Conceptualized by the students in the Native Education and painting programs at Auburn High School in May 2023, the “We Are Alive and Strong” mural is about the experience of being a contemporary Native American student in a multicultural school and how we maintain our connection to nature.
Students submitted about 80 symbols that represent their connection to heritage and nature. In addition to tribal representations for Muckleshoot, Navajo, Blackfoot, Nisqually, Siletz and others, the mural shows other cultural connections from Mexico, India, Afghanistan, the Marshall Islands, and Korea.
In Lushootseed, “We Are Alive and Strong” and the medicine wheel represent the importance of spiritual, emotional, mental and physical connection to culture. The scene is at night time on the right for the owl (which represents one student’s Blackfoot affiliation) to be present at night in order to mitigate the association of owls as a heavy omen for many indigenous groups. Dogwood, snowberry, nettle, sage, balsam root, red cedar, huckleberry, sword fern, salmon, hummingbird, bald eagle, racoon, owl, monarchs and red spotted purple butterflies are some of the native plants and animals chosen for student’s connections to them and to nature.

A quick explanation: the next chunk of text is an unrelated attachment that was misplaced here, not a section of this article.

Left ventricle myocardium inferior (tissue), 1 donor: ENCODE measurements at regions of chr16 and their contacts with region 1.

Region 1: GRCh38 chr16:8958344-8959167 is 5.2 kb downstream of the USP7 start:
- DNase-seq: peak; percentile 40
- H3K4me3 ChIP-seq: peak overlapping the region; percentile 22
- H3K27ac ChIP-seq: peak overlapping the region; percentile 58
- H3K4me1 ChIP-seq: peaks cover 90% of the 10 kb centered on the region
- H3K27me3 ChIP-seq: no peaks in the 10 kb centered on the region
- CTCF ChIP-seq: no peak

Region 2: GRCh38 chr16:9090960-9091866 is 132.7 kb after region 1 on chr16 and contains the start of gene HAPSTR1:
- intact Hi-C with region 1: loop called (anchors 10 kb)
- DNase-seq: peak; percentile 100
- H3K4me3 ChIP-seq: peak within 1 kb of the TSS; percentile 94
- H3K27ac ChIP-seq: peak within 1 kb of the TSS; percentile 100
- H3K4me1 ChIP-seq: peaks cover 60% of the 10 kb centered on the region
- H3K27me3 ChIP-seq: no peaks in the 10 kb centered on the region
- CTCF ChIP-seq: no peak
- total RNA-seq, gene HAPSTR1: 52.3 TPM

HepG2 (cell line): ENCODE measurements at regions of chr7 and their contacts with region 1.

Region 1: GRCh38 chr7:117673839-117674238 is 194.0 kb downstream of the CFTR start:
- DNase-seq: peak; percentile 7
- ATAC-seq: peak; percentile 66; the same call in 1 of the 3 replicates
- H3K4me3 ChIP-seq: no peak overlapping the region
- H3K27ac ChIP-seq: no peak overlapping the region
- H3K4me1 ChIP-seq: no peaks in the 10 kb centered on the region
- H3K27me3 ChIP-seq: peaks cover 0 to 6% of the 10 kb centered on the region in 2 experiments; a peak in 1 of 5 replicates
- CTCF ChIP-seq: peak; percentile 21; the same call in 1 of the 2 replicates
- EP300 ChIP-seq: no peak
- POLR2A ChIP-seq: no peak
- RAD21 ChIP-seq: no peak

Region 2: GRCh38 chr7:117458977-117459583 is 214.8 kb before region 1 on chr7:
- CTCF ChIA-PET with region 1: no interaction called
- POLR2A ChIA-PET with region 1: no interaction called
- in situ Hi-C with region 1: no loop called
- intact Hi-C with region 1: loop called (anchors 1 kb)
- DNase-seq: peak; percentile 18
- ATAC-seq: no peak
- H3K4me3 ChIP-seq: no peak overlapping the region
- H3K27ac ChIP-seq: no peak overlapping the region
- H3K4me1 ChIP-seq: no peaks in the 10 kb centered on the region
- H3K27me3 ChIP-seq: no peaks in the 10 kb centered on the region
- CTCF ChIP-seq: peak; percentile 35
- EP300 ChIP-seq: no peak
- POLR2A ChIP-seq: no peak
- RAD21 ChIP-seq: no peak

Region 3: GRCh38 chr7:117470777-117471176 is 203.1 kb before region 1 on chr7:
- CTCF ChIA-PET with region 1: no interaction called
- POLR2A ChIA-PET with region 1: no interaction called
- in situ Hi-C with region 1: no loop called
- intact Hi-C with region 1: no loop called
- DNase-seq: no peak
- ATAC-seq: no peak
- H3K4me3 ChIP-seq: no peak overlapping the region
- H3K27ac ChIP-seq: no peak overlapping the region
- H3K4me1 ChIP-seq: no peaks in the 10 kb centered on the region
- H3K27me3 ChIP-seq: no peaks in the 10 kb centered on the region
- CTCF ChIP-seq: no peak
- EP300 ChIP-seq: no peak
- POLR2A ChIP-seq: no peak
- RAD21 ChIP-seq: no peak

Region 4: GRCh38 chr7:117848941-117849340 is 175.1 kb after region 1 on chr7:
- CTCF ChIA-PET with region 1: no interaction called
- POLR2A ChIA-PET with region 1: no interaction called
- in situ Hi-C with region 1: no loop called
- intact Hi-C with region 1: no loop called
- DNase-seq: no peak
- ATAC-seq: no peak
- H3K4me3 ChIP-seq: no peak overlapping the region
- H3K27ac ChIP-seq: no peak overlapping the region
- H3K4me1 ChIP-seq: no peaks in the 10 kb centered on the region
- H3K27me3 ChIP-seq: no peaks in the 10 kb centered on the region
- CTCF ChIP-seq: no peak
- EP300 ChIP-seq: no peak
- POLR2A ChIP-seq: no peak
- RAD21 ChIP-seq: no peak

Leading the project was Auburn HS art teacher Elisabeth Ronley, who applied for and received a Mastery Based Learning grant through the State Board of Education.
“This mural includes many elements of Native American culture and history – all determined by current Native American students. It’s incredible! The process that the teacher employs is so inclusive,” said Native American Education Coordinator Robin Pratt in an announcement from the school district. “We have students from more than 20 different tribes, so not only is it great to see what different Native students have contributed, it’s also great to see what Mrs. Ronley’s Painting Class students have contributed. She incorporates most of the ideas.”
The district and organizers send a thank you to Stephanie Schliecher, Jennifer Bennet, and Emma Marmor for adding their artistic talents. Special thanks to Robin Pratt, Leslie Mizuki Lo, and the Mastery Grant Contributors for funding this project and for their cultural guidance. Another special thanks to the cultural practitioners who were consulted along the way for accuracy of the canoe, botanicals, language, and border design.